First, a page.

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How to Escape from “Audit Groundhog Day”: Idea 1: Have a rethink!

Last updated: Thursday March 06th 2014

New thinking for innovation in audit comes from the RSA (Royal Society of Arts) and the ICAEW (Institute of Chartered Accountants England & Wales) in a joint report Enlightening Professions? A vision for audit and a better society. This report reworks our thinking on how audit could flourish.

Andrew Riley was at the launch event of this thought leadership document and reports in this personal blog.

In the words of the report executive summary – audit must help to build the trust in markets that business and society need to operate.

The problems are that (1) trust in auditors themselves is bruised (2) massive changes in information technology and social attitudes are making users of audit reports more sceptical and (3) the benefits of audit are getting harder to articulate.

This report calls for audit to move from a trust-producing product to a trust-producing practice. The auditor could use her or his position as a trusted intermediary to apply evidence based learning across all dimensions of the organisation and its stakeholders, and bring into consideration all aspects of the organisation’s value – economic, social and environmental.

Two key areas of the report stand out for me:

  1. “From being a service consisting almost exclusively of external investigation by a warranted professional, modern technology will allow auditing to become more co-productive, with the auditor’s role expanding to include that of an expert convenor willing to share tools of enquiry” and
  2. The auditor of the future will be a multidisciplinary team member, operating within and between companies as the market takes on the form of flexible platforms and innovative start-ups.”

Michael Izza, chief executive of ICAEW speaking at the RSA launch report event spoke of the need for auditors to create sufficient escape velocity to break out of the Audit Groundhog Day effect, and to ask difficult questions to respond to all challenge of making audit a trust-producing practice.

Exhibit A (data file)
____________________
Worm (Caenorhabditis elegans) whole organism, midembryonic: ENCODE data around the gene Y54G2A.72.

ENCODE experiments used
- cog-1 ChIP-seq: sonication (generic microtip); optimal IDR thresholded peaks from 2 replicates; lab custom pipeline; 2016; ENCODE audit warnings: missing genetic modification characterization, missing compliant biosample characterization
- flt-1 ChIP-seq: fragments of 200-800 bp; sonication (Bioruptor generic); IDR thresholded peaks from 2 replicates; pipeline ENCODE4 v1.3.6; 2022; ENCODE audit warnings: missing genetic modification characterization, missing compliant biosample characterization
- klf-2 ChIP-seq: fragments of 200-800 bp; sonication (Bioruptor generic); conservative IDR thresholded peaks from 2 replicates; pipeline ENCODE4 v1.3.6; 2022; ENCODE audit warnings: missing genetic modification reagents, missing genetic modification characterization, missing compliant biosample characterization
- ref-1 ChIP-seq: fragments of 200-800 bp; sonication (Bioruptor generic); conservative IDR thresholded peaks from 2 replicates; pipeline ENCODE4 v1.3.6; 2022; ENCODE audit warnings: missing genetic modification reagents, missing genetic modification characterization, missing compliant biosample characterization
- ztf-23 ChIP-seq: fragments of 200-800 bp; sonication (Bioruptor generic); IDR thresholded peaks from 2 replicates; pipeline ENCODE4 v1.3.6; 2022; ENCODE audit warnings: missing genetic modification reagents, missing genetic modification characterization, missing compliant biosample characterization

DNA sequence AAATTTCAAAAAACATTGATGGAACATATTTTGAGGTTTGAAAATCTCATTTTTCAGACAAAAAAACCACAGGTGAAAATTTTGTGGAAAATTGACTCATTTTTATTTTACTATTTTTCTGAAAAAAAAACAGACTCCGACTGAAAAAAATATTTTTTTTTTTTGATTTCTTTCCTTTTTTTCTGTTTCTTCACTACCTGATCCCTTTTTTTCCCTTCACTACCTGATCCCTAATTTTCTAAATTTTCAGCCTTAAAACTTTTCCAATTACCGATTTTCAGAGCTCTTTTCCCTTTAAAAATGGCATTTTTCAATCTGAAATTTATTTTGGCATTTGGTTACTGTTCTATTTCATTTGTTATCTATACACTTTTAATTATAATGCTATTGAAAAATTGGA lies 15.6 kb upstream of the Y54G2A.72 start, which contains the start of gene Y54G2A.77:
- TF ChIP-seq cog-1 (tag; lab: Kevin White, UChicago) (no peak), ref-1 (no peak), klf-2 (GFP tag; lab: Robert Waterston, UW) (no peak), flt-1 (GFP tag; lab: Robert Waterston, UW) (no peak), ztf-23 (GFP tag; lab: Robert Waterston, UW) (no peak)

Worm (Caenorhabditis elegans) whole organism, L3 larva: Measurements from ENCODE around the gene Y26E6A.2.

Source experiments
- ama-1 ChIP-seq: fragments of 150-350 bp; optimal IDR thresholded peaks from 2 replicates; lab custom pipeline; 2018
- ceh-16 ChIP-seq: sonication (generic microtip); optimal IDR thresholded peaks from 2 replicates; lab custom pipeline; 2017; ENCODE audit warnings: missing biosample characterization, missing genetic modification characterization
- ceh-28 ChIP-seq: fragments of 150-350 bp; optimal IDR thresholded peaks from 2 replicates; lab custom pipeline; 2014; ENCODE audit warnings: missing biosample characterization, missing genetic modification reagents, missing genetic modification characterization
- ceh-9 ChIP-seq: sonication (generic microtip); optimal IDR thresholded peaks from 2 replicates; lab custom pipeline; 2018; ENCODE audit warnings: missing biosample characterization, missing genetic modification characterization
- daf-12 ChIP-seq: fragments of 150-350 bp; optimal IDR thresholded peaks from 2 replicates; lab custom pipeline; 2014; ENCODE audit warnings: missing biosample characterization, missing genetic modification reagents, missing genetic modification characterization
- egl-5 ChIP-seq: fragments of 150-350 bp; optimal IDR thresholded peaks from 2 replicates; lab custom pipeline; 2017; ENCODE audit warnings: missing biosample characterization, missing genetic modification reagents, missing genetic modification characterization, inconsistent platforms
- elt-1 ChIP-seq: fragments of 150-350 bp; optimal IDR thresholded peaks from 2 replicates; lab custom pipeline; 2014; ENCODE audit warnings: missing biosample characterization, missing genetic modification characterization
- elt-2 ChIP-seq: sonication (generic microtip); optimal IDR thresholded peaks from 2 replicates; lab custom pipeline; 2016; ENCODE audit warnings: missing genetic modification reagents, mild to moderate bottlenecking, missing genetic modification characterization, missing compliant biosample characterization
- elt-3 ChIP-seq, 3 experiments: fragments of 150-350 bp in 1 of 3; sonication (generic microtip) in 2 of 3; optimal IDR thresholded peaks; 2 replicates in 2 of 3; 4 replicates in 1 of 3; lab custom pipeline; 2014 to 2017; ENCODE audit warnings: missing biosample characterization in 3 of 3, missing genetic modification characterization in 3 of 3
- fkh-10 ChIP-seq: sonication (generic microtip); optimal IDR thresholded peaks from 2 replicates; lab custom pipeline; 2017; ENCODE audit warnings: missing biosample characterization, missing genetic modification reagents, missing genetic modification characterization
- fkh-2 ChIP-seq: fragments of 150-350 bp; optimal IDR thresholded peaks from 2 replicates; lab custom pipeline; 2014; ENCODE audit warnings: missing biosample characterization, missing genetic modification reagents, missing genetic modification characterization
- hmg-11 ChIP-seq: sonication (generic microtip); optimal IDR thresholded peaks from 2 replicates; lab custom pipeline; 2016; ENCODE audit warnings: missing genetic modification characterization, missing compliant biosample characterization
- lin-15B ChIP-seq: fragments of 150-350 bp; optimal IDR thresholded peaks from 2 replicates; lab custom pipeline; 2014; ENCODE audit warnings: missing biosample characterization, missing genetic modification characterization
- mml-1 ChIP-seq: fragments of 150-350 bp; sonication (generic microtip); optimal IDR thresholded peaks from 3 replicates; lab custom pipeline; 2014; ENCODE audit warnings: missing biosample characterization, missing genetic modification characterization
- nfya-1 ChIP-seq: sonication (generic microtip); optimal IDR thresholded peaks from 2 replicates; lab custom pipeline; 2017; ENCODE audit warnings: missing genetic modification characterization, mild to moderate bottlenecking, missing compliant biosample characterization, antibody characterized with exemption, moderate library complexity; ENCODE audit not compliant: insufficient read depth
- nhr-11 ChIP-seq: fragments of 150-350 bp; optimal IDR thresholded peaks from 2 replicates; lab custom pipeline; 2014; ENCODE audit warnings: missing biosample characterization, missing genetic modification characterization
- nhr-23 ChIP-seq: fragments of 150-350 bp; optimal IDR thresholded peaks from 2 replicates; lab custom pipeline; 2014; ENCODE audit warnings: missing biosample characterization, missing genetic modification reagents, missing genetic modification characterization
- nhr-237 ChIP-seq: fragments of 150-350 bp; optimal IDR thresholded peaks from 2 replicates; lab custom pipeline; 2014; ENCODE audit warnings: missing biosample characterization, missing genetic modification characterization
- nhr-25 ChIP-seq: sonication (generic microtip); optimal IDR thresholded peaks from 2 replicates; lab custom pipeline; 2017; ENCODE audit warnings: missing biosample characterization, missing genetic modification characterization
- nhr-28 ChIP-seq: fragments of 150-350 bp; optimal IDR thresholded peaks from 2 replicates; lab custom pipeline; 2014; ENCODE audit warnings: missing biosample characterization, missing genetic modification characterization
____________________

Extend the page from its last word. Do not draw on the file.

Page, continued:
The picture in this blog is from one of my favourite map artists, Georg Balthasar Probst (1731 – 1801) with an aspect of fruit gardens from the Frederick the Great’s Sansoucci Palace. Close to Berlin, the Sansoucci summer retreat was used by the busy Prussian King to get away from everyday life and have a rethink of the way forward − much like Enlightening Professions? A vision for audit and a better society recharges me to get the escape velocity to get out of Audit Groundhog Day

georg-probst

The difficult questions I am asking myself to get that escape velocity are:

  • What are the big problems my clients and their customers are facing?
  • What can my audit and assurance work do to make impact across the business I am auditing
  • What innovations in ISAE 3000, ISAE 3402, AAF 02/07 and AAF 01/06 assurance reporting will be of most use to stakeholders?
  • How can assurance work with internal auditors and compliance teams become more co-productive whilst maintaining independent audit rigour
  • How can I best pioneer crowd-sourced audit tools on auditing culture into robust trust-producing audit practice?

What is most energising is the feeling that repeating the same practice and having another Audit Groundhog Day is not an option.

And here’s a challenge to you as a reader of this blog: “Please tell Andrew.Riley@assureuk.co.uk one big problem are you facing so that I can make audit a trust-producing practice.”